Recipe Preparation Time Saving Tips
Many of the pantry, condiment and sauce recipes are called for in other recipes so it’s best to have them made ahead of time. We strongly suggest that you make these recipes before beginning Phase 1 of the diet. Below are some tips to use that will make this task feel less daunting:
- Planning. Using the Meal Planning grid review the recipes you’ll be making for Phase 1. Review each recipe and determine which recipes from the pantry, sauces and condiments section are called for in the recipes you will be making. Write them down, with the page number, and make them over several days.
- Group recipes. Choose a few similar recipes, that have either similar preparation methods, cooking methods or ingredients to make on the same day. For instance, make the almond meal, almond butter and almond flour on the same day.
- Rely on small appliances. Some kitchen gadgets and small appliances can become your best friend in the kitchen. The tools we rely on most are our digital food scales, food processors, immersion blenders and blenders. I also use my dehydrator every week. If you are not sure whether you want to make the investment in a certain small appliance or kitchen gadget, borrow one. I’ll bet if you put a post up on Facebook or email friends and family to borrow a food processor or blender, for example, you’ll find several people would be happy to loan you theirs.
- Recruit help. Maybe your young kids or spouse/partner don’t know how to cook, but chance are they can they measure, clean or chop (adults, not kids) If you have small kids, get them in the kitchen with you and have them do simple tasks like breaking the stems off the green beans. They’ll learn some important lessons from a young age and it’ll give you more time with them. Teenagers, partners or spouses can help you measure out the ingredients, wash fruits and vegetables, slice and dice vegetables and clean up the mess when you’re done.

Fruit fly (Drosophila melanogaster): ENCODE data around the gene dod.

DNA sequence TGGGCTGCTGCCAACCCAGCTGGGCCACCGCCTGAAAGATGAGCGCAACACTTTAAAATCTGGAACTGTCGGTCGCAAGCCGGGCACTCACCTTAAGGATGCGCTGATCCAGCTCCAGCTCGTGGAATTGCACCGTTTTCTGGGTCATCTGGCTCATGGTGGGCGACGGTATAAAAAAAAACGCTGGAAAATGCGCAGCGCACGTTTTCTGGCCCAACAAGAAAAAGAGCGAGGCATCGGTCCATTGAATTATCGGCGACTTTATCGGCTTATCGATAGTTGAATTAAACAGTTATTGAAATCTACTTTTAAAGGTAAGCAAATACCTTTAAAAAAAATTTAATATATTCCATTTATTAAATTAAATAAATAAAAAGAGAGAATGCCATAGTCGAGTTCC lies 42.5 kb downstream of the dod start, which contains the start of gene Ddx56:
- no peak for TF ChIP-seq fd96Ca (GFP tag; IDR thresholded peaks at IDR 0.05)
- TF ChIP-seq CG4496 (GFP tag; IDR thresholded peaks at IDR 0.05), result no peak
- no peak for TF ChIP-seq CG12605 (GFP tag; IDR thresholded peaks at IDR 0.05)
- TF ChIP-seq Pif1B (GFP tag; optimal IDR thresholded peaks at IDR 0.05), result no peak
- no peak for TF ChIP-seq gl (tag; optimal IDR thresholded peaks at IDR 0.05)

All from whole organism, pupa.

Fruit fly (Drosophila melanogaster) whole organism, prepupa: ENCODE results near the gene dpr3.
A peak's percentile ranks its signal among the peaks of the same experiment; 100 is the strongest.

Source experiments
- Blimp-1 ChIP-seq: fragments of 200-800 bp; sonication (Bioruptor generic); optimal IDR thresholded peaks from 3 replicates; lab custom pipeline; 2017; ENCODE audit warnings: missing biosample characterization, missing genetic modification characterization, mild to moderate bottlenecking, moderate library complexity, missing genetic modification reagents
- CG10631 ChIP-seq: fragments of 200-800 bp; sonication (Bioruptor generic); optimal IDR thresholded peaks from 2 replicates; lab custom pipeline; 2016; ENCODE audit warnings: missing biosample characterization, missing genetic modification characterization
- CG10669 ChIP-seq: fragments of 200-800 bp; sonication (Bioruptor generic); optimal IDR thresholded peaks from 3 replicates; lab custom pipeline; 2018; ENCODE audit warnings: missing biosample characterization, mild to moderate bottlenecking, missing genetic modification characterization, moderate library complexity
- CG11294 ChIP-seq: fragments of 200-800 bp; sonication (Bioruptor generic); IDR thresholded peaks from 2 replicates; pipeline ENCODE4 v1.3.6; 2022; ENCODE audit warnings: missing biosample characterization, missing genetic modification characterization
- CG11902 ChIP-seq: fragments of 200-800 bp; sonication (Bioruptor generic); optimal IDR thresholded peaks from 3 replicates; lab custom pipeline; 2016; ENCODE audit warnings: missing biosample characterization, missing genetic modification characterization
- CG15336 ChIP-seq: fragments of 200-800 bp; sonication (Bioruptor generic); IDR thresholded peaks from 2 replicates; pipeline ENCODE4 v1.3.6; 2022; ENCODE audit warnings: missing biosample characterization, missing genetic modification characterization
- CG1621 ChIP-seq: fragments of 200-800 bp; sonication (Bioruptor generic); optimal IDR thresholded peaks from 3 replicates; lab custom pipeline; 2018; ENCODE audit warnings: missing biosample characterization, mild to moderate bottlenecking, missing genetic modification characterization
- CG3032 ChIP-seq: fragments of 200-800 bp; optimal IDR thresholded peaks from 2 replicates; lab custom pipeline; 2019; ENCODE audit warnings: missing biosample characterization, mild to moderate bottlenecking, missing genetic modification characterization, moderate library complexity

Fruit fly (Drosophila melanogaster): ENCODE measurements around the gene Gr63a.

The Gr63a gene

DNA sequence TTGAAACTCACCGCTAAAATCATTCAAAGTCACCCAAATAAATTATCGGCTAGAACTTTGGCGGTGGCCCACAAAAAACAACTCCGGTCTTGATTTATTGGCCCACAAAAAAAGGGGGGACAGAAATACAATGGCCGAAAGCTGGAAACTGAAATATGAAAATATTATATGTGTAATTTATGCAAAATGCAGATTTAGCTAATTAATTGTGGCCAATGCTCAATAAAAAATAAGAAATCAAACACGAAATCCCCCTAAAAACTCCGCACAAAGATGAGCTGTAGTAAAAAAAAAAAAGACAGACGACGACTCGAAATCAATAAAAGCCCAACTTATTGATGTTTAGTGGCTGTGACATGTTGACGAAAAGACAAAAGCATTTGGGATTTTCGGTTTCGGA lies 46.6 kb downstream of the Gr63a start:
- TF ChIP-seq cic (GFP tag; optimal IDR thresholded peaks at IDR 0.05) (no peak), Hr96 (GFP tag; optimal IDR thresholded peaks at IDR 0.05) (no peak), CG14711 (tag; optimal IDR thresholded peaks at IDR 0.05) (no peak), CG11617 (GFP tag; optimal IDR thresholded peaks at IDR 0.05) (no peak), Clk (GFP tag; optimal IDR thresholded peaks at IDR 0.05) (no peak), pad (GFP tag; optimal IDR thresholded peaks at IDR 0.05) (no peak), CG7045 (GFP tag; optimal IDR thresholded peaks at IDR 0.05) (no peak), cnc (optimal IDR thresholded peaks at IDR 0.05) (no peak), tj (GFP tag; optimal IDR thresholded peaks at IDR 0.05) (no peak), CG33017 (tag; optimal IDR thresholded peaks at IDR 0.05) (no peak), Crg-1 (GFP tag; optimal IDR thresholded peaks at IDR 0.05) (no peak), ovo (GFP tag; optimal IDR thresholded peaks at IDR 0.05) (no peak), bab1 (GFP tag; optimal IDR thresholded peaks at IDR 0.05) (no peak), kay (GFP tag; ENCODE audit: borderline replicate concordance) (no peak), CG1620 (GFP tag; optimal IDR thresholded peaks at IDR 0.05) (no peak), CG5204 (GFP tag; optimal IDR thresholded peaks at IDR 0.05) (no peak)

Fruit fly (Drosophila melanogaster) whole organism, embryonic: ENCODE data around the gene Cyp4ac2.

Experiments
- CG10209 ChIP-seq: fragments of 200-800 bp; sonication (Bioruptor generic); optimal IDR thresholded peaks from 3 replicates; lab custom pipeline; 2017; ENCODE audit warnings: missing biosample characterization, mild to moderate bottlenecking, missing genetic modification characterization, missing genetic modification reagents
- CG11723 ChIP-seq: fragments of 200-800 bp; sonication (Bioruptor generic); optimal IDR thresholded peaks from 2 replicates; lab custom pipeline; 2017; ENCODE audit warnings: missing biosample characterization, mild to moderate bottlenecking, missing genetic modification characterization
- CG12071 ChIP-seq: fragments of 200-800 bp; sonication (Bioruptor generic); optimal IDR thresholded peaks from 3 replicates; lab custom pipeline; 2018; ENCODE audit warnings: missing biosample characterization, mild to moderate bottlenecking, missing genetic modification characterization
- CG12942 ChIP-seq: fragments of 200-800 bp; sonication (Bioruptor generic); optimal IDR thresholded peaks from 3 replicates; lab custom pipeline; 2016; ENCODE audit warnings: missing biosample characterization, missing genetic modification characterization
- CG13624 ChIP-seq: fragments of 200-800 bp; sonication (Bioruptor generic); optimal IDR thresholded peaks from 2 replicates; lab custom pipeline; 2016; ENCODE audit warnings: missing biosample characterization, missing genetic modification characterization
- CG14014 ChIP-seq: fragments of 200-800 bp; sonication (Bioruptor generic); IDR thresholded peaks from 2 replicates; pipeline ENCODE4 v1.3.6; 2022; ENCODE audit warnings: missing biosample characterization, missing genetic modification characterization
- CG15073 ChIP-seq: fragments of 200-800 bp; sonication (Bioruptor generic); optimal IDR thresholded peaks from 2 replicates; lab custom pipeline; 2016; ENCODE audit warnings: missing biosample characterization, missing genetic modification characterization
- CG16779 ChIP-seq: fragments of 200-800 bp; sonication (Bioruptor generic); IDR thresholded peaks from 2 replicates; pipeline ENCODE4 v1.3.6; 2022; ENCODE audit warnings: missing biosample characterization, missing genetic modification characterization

- Measure before you start. Don’t be afraid to do the steps of a recipe in stages. Some days if I’m not feeling great or I have a long to-do list I will start a recipe and complete it later in the day. For instance, if a recipe has a lot of vegetables that need to be washed, cut and measured, I’ll do that part first. I’ll give myself a break and then finish the project later. This makes it feel less tedious.
All these tips are applicable to the later Phases of the diet. It’s a good habit to get into and as time goes on it will become second nature.
- Get Healthy and Lose Weight with the 60 Day Challenge
- Lyme Disease Cookbook Wins “Best of Show” in Annual Juried Exhibition
- Keeping Your Kids Safe from Ticks Without Taking away Their Fun
- Why Join Our 60 Day Challenge?
- Treat the Bite & Early Symptoms to Prevent Chronic Lyme Disease
- Food Stylist to Stars Uses Expertise to Bring Lyme Patients Relief
- 7 Tips for Stress-Free Holiday Eating on a Restricted Diet
- A Delicious Thanksgiving Meal on a Restricted Diet
- Lyme Camp Wrap Up
- Prevention is Our Best Defense Against Lyme Disease